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Publication numberUS7136296 B2
Publication typeGrant
Application numberUS 11/067,797
Publication dateNov 14, 2006
Filing dateFeb 28, 2005
Priority dateFeb 28, 2005
Fee statusPaid
Also published asUS20060198181
Publication number067797, 11067797, US 7136296 B2, US 7136296B2, US-B2-7136296, US7136296 B2, US7136296B2
InventorsWing Kin Luk, Leland Chang
Original AssigneeInternational Business Machines Corporation
Export CitationBiBTeX, EndNote, RefMan
External Links: USPTO, USPTO Assignment, Espacenet
Static random access memory utilizing gated diode technology
US 7136296 B2
Abstract
A new type of static RAM cell is disclosed that is based on a gated diode and its voltage amplification characteristic. The cell combines the advantages of a static RAM, in which data refresh is not needed, and those of gated diode cells, which are scalable to low voltages, have high signal to noise ratio, high signal margin, and tolerance to process variations, to form a single high performance static memory cell. This new cell has independent read and write paths, which allow for separate optimization of the read (R) and write (W) events, and enable dual-port R/W operation. Furthermore, storage node disturbance during the read and write operations are eliminated, which greatly improves cell stability and scalability for future technologies.
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Claims(24)
1. A static RAM cell, comprising:
a static latch;
a gated diode; and
an isolation device, wherein a first port of said isolation device is connected to a port of said static latch and wherein a second port of said isolation device is connected to a gate of said gated diode.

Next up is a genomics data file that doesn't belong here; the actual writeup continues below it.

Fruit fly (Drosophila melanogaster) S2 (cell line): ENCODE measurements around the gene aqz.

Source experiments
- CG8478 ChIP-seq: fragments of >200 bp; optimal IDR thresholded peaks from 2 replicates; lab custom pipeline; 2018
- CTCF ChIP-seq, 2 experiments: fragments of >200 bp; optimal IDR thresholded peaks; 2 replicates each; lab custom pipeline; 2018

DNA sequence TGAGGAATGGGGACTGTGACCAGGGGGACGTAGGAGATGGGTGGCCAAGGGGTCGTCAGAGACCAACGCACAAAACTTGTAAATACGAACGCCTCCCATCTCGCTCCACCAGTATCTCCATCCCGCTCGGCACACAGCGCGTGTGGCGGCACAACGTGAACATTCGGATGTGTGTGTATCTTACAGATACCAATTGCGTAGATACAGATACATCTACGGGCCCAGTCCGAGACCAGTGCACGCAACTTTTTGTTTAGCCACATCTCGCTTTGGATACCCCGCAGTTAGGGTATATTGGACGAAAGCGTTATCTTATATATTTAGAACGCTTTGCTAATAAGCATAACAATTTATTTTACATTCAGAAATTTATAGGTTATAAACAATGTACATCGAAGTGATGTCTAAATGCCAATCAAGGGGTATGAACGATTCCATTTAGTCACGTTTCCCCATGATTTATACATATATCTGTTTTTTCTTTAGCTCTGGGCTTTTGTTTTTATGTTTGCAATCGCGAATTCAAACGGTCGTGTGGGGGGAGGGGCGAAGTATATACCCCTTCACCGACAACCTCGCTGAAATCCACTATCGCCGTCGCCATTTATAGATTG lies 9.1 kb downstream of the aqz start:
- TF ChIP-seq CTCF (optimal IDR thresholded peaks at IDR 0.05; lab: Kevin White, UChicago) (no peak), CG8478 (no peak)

2. The static RAM cell of claim 1, further comprising a write circuit connected to said port of said static latch.
3. The static RAM cell of claim 2, wherein said write circuit comprises a field-effect transistor, wherein a drain of said field-effect transistor is connected to a write bitline, wherein a gate of said field-effect transistor is connected to a write wordline, and wherein a source of said field-effect transistor is connected to a port of said isolation device.
4. The static RAM cell of claim 2, wherein said write circuit has an input port connected to a write bitline and a control port connected to a write wordline.
5. The static RAM cell of claim 1, further comprising a write circuit connected to said gate of said gated diode.
6. The static RAM cell of claim 5, wherein said write circuit comprises a field-effect transistor, wherein a drain of said field-effect transistor is connected to a write bitline, wherein a gate of said field-effect transistor is connected to a write wordline, and wherein a source of said field-effect transistor is connected to a port of said isolation device.
7. The static RAM cell of claim 5, wherein said write circuit has an input port connected to a write bitline and a control port connected to a write wordline.
8. The static RAM cell of claim 1, further comprising a read circuit connected to said gate of said gated diode.
9. The static RAM cell of claim 8, wherein said read circuit comprises a first transistor and a second transistor, wherein said first and second transistors are connected serially, wherein said gate of said gated diode is connected to said read circuit via a gate of said first transistor, wherein a source of said first transistor is connected to a voltage, wherein a gate of said second transistor is connected to a read control wordline, and wherein a drain of said second transistor is connected to a read data bitline.